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      Hollywood to the Holy Land
      by Tzvi Fishman
      Tzvi Fishman was awarded the Israel Ministry of Education Prize for Jewish Creativity and Culture

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      Before making Aliyah to Israel, Tzvi Fishman was a Hollywood screenwriter. He has co-authored 4 books with Rabbi David Samson, based on the teachings of Rabbi Kook, Eretz Yisrael, Art of T'shuva, War and Peace, and Torat Eretz Yisrael.

       

      Tevet 7, 5772, 1/2/2012

      Brooklyn is No Different Than Berlin


      People can stop reading my blog if they like. They can unfriend me on Facebook and remove me from their groups, but I will continue to write the truth. Believe me, I don’t write to upset my fellow Jews. I write, bezrat Hashem, to help them to see through the darkness that surrounds us in foreign lands.

      Once again, let me try to explain. The plague of darkness in Mitrayim is described as darkness “mamash,” meaning darkness so thick and tangible that you could literally reach out and physically feel it. Up until the plague, there was darkness in Egypt, the usual darkness of the galut, but the Jews had become so accustomed to it, they didn’t sense it anymore. So Hashem had to turn it into a physical darkness as thick as glue to remind them that they were in an impure place where they didn’t belong.

      Why were they blind to the darkness? Because when people grow up in darkness, they don’t experience it as darkness at all. That’s what they’re used to. In fact, to them it seems like light. If you tell them they’re living in the dark, they are liable to get angry. “What do you mean?” they exclaim. “It isn’t dark here at all. You’re crazy. You don’t know what you are talking about. You’re an agitator, that’s all.”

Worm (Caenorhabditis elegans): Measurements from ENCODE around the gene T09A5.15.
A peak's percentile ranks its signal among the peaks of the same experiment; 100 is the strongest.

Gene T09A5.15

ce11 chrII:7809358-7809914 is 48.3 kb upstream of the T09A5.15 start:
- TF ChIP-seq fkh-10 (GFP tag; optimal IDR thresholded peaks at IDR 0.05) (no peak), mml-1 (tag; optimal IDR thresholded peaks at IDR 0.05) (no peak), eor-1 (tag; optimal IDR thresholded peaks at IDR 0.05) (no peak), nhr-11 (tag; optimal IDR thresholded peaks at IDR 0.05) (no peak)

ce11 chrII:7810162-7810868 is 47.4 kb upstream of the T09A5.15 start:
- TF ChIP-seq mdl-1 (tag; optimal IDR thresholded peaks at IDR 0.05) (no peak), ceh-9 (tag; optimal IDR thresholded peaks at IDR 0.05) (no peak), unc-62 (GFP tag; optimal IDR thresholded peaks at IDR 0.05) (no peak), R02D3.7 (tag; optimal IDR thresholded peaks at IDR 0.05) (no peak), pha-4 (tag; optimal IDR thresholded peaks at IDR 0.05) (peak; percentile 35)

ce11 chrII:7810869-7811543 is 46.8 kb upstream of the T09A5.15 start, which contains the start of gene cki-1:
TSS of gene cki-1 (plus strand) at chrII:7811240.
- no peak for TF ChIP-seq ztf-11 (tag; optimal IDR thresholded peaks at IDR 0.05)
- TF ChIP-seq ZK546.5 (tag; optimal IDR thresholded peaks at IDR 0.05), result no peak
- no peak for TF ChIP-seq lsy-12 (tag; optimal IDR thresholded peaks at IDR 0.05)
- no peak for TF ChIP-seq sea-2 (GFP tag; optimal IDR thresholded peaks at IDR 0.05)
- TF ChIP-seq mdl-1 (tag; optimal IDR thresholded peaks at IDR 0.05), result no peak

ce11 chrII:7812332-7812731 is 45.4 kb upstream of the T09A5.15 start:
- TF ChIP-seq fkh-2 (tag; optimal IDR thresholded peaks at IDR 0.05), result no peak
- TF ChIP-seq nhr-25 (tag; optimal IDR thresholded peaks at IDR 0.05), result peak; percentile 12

How do I know that the exile is darkness? Because I lived there, and now that I’m in Israel, I can see the enormous difference. And also because that’s what our Sages teach us regarding chutz l’Aretz (outside of the Land), as it says in the tractate Sanhedrin, on the verse in the Book of Lamentations, “He has set me down in dark places, like those who are long ago dead (Eichah, 3:6) – “Rabbi Yirmeya said: ‘This refers to the learning in Babylon,’” which doesn’t have the same illumination as the Torah learning in Eretz Yisrael (Sanhedrin 24A).

      Yes, my friends, there can be a Torah learning that is shrouded in darkness. For example, the Spies in the wilderness were the leaders of their tribes, the most prominent Torah scholars of the nation, but they didn’t understand that Eretz Yisrael is the foundation upon which the entire Torah and the Nationhood of Israel stands, as the Gemara teaches: “There is no greater bittul Torah (nullification of Torah) than when the People of Israel are removed from their place” (Chagigah 4B). The Gaon of Vilna teaches that this same myopic understanding of Torah, which denies the centrality of the Land of Israel to the life of the Jewish Nation, is a sin which reappears in every generation, and even Talmidei Chochamin are caught in its darkness (“Kol HaTor”, Ch.5).